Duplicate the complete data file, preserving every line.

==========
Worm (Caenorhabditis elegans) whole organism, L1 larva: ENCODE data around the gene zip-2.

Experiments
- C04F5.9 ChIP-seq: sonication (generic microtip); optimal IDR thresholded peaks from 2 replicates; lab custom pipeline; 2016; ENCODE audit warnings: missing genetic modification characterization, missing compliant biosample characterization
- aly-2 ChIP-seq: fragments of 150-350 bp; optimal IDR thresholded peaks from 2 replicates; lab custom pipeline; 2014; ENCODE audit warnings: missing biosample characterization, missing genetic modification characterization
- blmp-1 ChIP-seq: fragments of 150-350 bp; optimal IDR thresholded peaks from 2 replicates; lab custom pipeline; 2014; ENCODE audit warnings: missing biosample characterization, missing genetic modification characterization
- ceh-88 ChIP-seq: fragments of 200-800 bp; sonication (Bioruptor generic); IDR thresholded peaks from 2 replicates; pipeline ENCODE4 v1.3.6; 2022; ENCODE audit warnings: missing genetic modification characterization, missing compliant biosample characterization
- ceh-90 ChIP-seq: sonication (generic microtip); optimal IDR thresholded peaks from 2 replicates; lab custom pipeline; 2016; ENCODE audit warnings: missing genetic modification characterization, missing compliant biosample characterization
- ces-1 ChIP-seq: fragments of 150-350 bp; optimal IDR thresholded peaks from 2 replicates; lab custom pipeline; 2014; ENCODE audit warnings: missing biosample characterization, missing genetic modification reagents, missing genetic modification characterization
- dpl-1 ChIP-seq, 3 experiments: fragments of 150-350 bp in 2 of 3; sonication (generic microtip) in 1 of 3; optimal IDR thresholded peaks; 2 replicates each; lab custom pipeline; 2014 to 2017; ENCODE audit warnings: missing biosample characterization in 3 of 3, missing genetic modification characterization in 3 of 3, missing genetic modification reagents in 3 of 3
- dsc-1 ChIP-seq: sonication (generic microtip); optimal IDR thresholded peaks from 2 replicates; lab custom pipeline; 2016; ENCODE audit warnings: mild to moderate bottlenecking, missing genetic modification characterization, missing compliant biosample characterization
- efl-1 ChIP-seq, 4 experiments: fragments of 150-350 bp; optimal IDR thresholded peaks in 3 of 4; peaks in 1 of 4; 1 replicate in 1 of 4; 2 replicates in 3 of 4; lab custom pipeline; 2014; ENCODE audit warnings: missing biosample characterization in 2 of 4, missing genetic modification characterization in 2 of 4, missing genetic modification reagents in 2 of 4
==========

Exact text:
Worm (Caenorhabditis elegans) whole organism, L1 larva: ENCODE data around the gene zip-2.

Experiments
- C04F5.9 ChIP-seq: sonication (generic microtip); optimal IDR thresholded peaks from 2 replicates; lab custom pipeline; 2016; ENCODE audit warnings: missing genetic modification characterization, missing compliant biosample characterization
- aly-2 ChIP-seq: fragments of 150-350 bp; optimal IDR thresholded peaks from 2 replicates; lab custom pipeline; 2014; ENCODE audit warnings: missing biosample characterization, missing genetic modification characterization
- blmp-1 ChIP-seq: fragments of 150-350 bp; optimal IDR thresholded peaks from 2 replicates; lab custom pipeline; 2014; ENCODE audit warnings: missing biosample characterization, missing genetic modification characterization
- ceh-88 ChIP-seq: fragments of 200-800 bp; sonication (Bioruptor generic); IDR thresholded peaks from 2 replicates; pipeline ENCODE4 v1.3.6; 2022; ENCODE audit warnings: missing genetic modification characterization, missing compliant biosample characterization
- ceh-90 ChIP-seq: sonication (generic microtip); optimal IDR thresholded peaks from 2 replicates; lab custom pipeline; 2016; ENCODE audit warnings: missing genetic modification characterization, missing compliant biosample characterization
- ces-1 ChIP-seq: fragments of 150-350 bp; optimal IDR thresholded peaks from 2 replicates; lab custom pipeline; 2014; ENCODE audit warnings: missing biosample characterization, missing genetic modification reagents, missing genetic modification characterization
- dpl-1 ChIP-seq, 3 experiments: fragments of 150-350 bp in 2 of 3; sonication (generic microtip) in 1 of 3; optimal IDR thresholded peaks; 2 replicates each; lab custom pipeline; 2014 to 2017; ENCODE audit warnings: missing biosample characterization in 3 of 3, missing genetic modification characterization in 3 of 3, missing genetic modification reagents in 3 of 3
- dsc-1 ChIP-seq: sonication (generic microtip); optimal IDR thresholded peaks from 2 replicates; lab custom pipeline; 2016; ENCODE audit warnings: mild to moderate bottlenecking, missing genetic modification characterization, missing compliant biosample characterization
- efl-1 ChIP-seq, 4 experiments: fragments of 150-350 bp; optimal IDR thresholded peaks in 3 of 4; peaks in 1 of 4; 1 replicate in 1 of 4; 2 replicates in 3 of 4; lab custom pipeline; 2014; ENCODE audit warnings: missing biosample characterization in 2 of 4, missing genetic modification characterization in 2 of 4, missing genetic modification reagents in 2 of 4